nanomaterials; nanotechnology; semiconductor nanocrystals; doping; solar cells; light emitting diodes; optical materials; fluorescence; thin film transistors; quantum dots
Monguzzi Angelo, Oertel Amadeus, Braga Daniele, Riedinger Andreas, Kim David K., Knüsel Philippe N., Bianchi Alberto, Mauri Michele, Simonutti Roberto, Norris David J., Meinardi Francesco (2017), Photocatalytic Water-Splitting Enhancement by Sub-Bandgap Photon Harvesting, in ACS Applied Materials & Interfaces
, 9(46), 40180-40186.
Ott Florian D., Riedinger Andreas, Ochsenbein David R., Knüsel Philippe N., Erwin Steven C., Mazzotti Marco, Norris David J. (2017), Ripening of Semiconductor Nanoplatelets, in Nano Letters
, 17(11), 6870-6877.
Riedinger Andreas, Ott Florian D., Mule Aniket, Mazzotti Sergio, Knüsel Philippe N., Kress Stephan J. P., Prins Ferry, Erwin Steven C., Norris David J. (2017), An intrinsic growth instability in isotropic materials leads to quasi-two-dimensional nanoplatelets, in Nature Materials
, 16(7), 743-748.
Almeida António J., Sahu Ayaskanta, Riedinger Andreas, Norris David J., Brandt Martin S., Stutzmann Martin, Pereira Rui N. (2016), Charge Trapping Defects in CdSe Nanocrystal Quantum Dots, in The Journal of Physical Chemistry C
, 120(25), 13763-13770.
Trabattoni Silvia, Raimondo Luisa, Campione Marcello, Braga Daniele, Holmberg Vincent C., Norris David J., Moret Massimo, Ciavatti Andrea, Fraboni Beatrice, Sassella Adele (2015), Substrate Selection for Full Exploitation of Organic Semiconductor Films: Epitaxial Rubrene on β-Alanine Single Crystals, in Advanced Materials Interfaces
, 2(18), 1500423-1500423.
Kompch Alexander, Sahu Ayaskanta, Notthoff Christian, Ott Florian, Norris David J., Winterer Markus (2015), Localization of Ag Dopant Atoms in CdSe Nanocrystals by Reverse Monte Carlo Analysis of EXAFS Spectra, in The Journal of Physical Chemistry C
, 119(32), 18762-18772.
McPeak Kevin M., Jayanti Sriharsha V., Kress Stephan J. P., Meyer Stefan, Iotti Stelio, Rossinelli Aurelio, Norris David J. (2015), Plasmonic Films Can Easily Be Better: Rules and Recipes, in ACS Photonics
, 2(3), 326-333.
Monguzzi A., Braga D., Gandini M., Holmberg V. C., Kim D. K., Sahu A., Norris D. J., Meinardi F. (2014), Broadband Up-Conversion at Subsolar Irradiance: Triplet Triplet Annihilation Boosted by Fluorescent Semiconductor Nanocrystals, in NANO LETTERS
, 14(11), 6644-6650.
Ott Florian D., Spiegel Leo L., Norris David J., Erwin Steven C. (2014), Microscopic Theory of Cation Exchange in CdSe Nanocrystals, in PHYSICAL REVIEW LETTERS
, 113(15), 156803.
Sahu Ayaskanta, Braga Daniele, Waser Oliver, Kang Moon Sung, Deng Donna, Norris David J. (2014), Solid-Phase Flexibility in Ag2Se Nanocrystals, in Nano Letters
, 14, 115-121.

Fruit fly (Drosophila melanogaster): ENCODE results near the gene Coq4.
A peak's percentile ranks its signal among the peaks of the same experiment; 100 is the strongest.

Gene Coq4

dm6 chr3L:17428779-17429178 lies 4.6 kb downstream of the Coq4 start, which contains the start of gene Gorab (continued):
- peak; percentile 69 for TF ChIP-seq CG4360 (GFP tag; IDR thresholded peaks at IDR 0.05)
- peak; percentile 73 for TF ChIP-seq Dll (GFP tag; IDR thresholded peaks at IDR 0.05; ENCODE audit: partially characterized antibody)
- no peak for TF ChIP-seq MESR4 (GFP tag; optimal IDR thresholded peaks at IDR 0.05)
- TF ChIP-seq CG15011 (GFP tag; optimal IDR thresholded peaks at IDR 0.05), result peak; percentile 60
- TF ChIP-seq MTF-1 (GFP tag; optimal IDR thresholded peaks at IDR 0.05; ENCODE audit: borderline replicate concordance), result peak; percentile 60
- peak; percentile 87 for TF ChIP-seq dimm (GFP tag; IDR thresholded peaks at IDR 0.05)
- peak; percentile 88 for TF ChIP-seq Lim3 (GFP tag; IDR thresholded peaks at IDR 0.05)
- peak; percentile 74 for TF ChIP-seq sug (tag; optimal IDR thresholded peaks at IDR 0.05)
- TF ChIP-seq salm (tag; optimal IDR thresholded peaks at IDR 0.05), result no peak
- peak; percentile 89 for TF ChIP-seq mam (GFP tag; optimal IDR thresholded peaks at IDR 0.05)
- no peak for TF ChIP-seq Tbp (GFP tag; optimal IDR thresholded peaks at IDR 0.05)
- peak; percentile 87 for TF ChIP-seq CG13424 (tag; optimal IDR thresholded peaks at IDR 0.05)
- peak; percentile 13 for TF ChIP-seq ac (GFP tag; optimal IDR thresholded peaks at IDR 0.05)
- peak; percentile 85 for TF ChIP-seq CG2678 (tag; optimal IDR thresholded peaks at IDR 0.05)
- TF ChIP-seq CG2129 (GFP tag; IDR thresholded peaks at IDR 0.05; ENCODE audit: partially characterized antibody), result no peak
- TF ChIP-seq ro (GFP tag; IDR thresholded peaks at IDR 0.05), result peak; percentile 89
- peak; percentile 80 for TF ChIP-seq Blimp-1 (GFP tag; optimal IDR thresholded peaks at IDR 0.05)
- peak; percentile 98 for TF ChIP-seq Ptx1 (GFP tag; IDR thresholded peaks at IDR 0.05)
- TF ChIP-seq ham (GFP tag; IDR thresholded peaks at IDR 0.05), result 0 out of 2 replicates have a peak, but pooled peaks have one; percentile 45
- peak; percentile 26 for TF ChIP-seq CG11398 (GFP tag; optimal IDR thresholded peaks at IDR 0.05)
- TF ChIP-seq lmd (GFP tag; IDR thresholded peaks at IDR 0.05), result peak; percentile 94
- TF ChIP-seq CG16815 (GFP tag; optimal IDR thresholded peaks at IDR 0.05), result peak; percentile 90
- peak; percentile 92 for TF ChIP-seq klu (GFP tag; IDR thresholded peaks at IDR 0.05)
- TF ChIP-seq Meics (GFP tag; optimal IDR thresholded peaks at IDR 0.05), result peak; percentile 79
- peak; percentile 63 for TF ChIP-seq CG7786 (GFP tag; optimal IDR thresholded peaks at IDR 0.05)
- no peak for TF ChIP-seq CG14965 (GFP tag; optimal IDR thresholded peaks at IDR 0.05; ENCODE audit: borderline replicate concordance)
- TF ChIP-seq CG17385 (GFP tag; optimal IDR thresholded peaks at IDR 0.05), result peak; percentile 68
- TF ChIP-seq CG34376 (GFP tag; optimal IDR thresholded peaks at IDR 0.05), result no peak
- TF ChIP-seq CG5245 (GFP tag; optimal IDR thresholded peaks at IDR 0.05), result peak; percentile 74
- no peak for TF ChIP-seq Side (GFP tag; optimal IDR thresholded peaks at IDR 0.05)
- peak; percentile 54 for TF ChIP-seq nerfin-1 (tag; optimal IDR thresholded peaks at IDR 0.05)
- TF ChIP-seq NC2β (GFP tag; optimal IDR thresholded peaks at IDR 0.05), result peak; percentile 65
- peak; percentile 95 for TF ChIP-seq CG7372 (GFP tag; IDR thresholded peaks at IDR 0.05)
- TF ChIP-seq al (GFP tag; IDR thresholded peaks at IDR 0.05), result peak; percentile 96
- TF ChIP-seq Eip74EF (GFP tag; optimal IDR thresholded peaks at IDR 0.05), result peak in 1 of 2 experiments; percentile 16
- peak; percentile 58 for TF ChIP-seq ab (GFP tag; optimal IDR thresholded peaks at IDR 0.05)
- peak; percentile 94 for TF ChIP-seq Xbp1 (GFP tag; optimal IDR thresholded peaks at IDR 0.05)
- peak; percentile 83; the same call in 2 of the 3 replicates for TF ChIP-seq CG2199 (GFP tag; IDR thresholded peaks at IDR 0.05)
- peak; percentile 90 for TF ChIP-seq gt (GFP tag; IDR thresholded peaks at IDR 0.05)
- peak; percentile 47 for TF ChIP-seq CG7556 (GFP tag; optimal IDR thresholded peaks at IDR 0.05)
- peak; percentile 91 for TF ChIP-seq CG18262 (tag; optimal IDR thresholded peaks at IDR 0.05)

Holmberg Vincent C., Helps Justin R., Mkhoyan K. Andre, Norris David J. (2013), Imaging Impurities in Semiconductor Nanostructures, in Chemistry of Materials
, 25(8), 1332-1350.
Kang Moon Sung, Sahu Ayaskanta, Frisbie C. Daniel, Norris David J. (2013), Influence of Silver Doping on Electron Transport in Thin Films of PbSe Nanocrystals, in Advanced Materials
, 25(5), 725-731.
This project will study nanometer-scale semiconductor particles, or nanocrystals, in which electronically active impurities (or dopants) have been incorporated. Even without such dopants, semiconductor nanocrystals, also known as colloidal quantum dots, can exhibit unique and potentially useful properties due to their small size. The addition of impurities to such particles is of interest for three reasons. First, the critical role that dopants play in semiconductor devices, such as the transistor, provides a strong motivation to study doped semiconductor nanocrystals. Second, impurities in nanocrystals should exhibit even more dramatic behavior than in bulk semiconductors because the dopants are confined in extremely small volumes. Finally, doping can help address key problems in potential applications of nanocrystals (e.g., light-emitting diodes and solar cells). In particular, many applications utilize thin films of densely-packed nanocrystals, and electronically active impurities can provide extra electrical carriers, i.e. electrons or holes, to the particles that enhance the conductivity of these films.After several decades of effort, a few groups (including the applicant’s) have very recently demonstrated the first examples of colloidal nanocrystals with electronically active impurities. In this project, two Ph.D. students and one postdoctoral researcher will investigate these materials. The team will also work with four external collaborators to leverage SNF funding. The main goal of the research will be to understand the fundamental properties of doped nanocrystals. To achieve this, the project team will (i) collect data on their optical, electrical, and structural properties and (ii) generate theoretical models from detailed calculations of dopant energetics. During the project, the team will also continue to develop new doped materials. In addition to training two Ph.D students and a postdoctoral researcher, the expected outcome of the project is an understanding of the fundamental properties of doped nanocrystals and how they can impact nanocrystal devices and applications. Early experiments have already shown interesting and unexpected behavior, and further surprises are expected.